International standard-setting experts met this week to consider a set of global green bond standards, with a view to creating the world’s first internationally-endorsed standards for the asset class by 2020.
A Working Group convened by the International Standards Organisation (ISO) had meetings in the Netherlands to discuss draft documents that it has been developing since last year, seeking to provide a universal set of green bond standards.
ISO is the world’s official standards body, affiliated with the World Trade Organisation and the UN’s Economic and Social Council. It represents more than 160 national standards bodies, covering more than 21,000 global standards from health & safety and photography, to ship building and equipment specs.
The Green Bond Standards are being led by the American National Standards Institute, in collaboration with the Climate Bonds Initiative and green bonds verifier NSF. Other members of the group are confidential, but include “a number of countries and liaisons”, according to a spokesperson. RI understands members come from across the US, Asia, Australia and Europe.
In four days of meetings this week, the Working Group were to review four draft sections of the standard – all unavailable to the public.
“At least two of the parts will be voted on as a Draft International Standard after this meeting,” said the spokesperson. ISO generally works to a three-year timeframe, so the final version is expected around the middle of 2020.
The green bond ‘standard’ is in fact made up of four standards, covering: 1) Process 2) Taxonomy 3) Verification 4) Green loans.
But since ISO set the Working Group up last year, the European Commission has stolen much of the limelight, pursuing its own set of green bond standards at a faster pace than ISO.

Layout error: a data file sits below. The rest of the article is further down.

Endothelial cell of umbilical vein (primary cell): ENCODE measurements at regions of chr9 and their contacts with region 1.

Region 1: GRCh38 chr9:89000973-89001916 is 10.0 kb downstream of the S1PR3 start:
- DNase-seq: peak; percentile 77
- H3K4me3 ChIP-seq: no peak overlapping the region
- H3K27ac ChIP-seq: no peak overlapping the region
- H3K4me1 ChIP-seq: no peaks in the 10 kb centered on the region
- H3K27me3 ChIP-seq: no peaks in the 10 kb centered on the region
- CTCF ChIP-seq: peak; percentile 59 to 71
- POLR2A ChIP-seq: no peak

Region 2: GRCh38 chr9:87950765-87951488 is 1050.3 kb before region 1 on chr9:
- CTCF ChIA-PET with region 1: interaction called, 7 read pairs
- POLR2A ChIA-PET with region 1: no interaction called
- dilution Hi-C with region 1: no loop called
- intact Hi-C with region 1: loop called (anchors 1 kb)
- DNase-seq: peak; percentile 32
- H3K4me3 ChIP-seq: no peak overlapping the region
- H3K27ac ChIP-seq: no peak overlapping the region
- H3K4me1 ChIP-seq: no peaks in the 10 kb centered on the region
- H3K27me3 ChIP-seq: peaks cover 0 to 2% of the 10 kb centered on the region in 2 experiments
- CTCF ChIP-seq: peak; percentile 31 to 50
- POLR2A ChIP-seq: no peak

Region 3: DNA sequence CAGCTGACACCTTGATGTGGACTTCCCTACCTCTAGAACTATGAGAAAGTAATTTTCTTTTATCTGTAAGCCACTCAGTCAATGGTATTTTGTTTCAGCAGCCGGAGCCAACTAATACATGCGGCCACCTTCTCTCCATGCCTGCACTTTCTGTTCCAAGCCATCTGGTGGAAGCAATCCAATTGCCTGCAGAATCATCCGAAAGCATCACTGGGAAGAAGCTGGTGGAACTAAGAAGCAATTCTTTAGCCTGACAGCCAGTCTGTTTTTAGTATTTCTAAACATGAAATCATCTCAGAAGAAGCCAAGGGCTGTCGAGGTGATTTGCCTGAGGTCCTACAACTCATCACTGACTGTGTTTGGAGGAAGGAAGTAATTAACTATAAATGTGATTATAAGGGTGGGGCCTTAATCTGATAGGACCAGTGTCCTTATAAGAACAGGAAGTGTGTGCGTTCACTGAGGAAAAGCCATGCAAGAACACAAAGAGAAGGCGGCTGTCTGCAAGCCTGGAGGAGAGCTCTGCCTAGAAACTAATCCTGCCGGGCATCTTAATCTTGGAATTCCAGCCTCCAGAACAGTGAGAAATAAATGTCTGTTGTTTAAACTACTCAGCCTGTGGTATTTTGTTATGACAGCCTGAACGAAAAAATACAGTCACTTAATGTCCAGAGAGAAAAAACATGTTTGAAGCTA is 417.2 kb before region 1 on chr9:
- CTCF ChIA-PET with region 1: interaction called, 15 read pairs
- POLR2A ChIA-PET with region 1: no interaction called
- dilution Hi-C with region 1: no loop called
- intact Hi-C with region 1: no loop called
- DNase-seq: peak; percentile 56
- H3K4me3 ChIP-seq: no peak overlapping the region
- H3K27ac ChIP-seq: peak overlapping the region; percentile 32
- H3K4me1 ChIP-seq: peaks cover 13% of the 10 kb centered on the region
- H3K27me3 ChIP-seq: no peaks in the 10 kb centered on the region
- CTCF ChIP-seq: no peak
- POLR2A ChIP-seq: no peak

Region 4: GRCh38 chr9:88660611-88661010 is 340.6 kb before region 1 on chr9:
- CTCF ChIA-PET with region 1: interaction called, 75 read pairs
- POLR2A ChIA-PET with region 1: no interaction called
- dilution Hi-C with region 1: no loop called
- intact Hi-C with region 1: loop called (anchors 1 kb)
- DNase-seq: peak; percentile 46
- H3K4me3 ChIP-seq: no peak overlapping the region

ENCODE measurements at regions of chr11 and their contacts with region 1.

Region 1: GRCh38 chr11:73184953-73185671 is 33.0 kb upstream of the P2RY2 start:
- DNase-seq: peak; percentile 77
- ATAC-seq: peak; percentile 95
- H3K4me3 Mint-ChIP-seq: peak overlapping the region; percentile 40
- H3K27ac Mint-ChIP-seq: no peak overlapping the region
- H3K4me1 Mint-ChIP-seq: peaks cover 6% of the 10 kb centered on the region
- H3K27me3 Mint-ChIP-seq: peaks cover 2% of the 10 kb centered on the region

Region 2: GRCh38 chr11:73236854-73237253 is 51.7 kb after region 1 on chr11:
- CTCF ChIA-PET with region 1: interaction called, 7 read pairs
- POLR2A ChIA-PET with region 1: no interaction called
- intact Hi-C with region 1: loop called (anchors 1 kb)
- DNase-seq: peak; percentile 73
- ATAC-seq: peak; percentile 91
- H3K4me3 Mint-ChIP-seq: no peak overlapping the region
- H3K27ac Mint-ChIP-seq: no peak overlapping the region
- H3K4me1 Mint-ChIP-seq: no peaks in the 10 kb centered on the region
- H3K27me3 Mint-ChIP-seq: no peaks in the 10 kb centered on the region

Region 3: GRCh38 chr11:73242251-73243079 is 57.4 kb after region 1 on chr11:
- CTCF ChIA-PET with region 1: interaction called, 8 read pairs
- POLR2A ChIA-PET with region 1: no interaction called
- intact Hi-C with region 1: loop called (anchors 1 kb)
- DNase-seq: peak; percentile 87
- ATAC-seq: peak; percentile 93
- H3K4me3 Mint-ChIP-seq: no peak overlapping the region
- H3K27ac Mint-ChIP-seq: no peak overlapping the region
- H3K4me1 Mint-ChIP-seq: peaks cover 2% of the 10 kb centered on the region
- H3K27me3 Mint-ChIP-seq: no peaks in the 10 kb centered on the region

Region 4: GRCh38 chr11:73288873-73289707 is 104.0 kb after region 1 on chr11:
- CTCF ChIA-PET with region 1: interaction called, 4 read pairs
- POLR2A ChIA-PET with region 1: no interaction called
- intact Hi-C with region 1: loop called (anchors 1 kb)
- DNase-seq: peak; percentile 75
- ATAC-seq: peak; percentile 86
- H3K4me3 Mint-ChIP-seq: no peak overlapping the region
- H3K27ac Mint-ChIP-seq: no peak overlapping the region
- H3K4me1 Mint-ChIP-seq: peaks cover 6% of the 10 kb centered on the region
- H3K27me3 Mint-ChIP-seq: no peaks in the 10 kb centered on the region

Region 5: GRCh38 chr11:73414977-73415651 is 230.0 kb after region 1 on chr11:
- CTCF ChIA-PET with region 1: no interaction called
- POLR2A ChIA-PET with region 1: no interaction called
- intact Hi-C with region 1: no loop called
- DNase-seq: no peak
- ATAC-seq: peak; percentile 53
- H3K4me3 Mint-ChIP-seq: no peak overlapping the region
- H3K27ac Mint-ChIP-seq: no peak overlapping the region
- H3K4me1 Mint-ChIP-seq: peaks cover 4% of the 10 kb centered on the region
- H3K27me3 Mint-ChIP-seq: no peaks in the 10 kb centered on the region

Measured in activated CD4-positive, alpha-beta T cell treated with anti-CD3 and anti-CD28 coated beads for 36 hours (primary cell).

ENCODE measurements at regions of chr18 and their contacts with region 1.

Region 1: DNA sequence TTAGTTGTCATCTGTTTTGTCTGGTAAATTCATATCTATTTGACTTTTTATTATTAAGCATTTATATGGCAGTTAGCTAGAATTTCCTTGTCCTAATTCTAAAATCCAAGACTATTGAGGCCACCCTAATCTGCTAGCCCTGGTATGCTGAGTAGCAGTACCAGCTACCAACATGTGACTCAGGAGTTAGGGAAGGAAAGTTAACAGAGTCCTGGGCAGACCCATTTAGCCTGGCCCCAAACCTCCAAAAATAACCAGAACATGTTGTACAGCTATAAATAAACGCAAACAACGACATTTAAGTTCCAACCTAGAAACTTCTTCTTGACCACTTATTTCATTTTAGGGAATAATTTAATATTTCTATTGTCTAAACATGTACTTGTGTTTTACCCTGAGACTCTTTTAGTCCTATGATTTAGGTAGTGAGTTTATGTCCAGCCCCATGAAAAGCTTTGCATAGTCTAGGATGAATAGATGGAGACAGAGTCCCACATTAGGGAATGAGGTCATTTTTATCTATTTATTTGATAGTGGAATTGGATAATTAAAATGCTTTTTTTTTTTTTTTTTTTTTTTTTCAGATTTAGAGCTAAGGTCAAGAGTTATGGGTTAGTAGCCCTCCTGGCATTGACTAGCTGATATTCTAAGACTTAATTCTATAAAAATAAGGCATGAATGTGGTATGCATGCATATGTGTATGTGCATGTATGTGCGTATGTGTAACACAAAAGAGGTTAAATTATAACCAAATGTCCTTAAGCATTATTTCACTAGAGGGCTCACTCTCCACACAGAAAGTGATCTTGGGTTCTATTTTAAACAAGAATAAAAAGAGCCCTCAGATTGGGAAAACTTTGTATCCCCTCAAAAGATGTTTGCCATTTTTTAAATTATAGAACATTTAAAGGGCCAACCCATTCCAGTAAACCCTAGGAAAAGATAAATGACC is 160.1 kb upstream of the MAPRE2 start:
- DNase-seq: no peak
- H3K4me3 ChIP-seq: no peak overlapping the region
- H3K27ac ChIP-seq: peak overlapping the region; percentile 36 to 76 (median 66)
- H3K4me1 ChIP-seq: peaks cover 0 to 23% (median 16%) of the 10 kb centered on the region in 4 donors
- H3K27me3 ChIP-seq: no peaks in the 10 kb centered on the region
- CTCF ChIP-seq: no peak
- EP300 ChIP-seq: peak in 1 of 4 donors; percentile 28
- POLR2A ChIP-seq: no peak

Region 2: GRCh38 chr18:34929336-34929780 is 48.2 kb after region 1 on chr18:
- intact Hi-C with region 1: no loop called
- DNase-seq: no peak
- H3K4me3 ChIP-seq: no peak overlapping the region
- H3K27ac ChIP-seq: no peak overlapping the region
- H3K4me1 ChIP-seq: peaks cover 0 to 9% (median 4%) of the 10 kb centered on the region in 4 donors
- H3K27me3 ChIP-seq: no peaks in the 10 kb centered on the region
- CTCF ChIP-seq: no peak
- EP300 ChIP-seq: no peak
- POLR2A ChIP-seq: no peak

The Commission’s Technical Expert Group (TEG), appointed earlier this year, is split into four sub-groups – one of which is dedicated to green bond standards.Like the ISO Working Group, the TEG met this week to discuss developments. A consultation on its approach to the green taxonomy – which will form one of the key pillars of the green bond standards – will be launched by the end of the month. A first draft of the taxonomy is expected next year, covering eligible climate mitigation and adaptation projects.
As well as considering what is ‘green’, the EU’s green bond standards are also expected to address governance issues such as how to verify transactions and how to report on the allocation of proceeds.
The spokesperson for ISO confirmed that members of its Working Group met with representatives from the Commission this week to discuss the relationship between the two initiatives.
“A representative has [also] agreed to serve as a liaison,” she confirmed, having taking part in yesterday’s ISO meeting. “So there is good communication between the committees for this work.”
However, some experts close to the matter have suggested to RI that the “best route” for ISO will be to follow the EU’s lead and adopt its taxonomy and green bond standards, which are expected to be developed ahead of ISO’s.
“The work involved in standards in this area is massive and beyond the resources of the small ISO group,” said the person. Another specialist at an NGO agreed that it would be “most suitable” for the ISO standards to be based on the EU’s, saying that – of all the global green bond guidelines – the EU’s would “carry the most weight”.
A member of the ISO Working Group described this assumption as “absolutely incorrect”, pointing out that “the European voice is big, but quite regional, [whereas] ISO is international.”
“How we could cooperate with each other is one of the issues which we should solve, but at the moment, both teams have worked separately,” the expert explained, adding: “At some stage, the EU would join the ISO process, bringing their own draft proposal – otherwise their standards will remain only European.”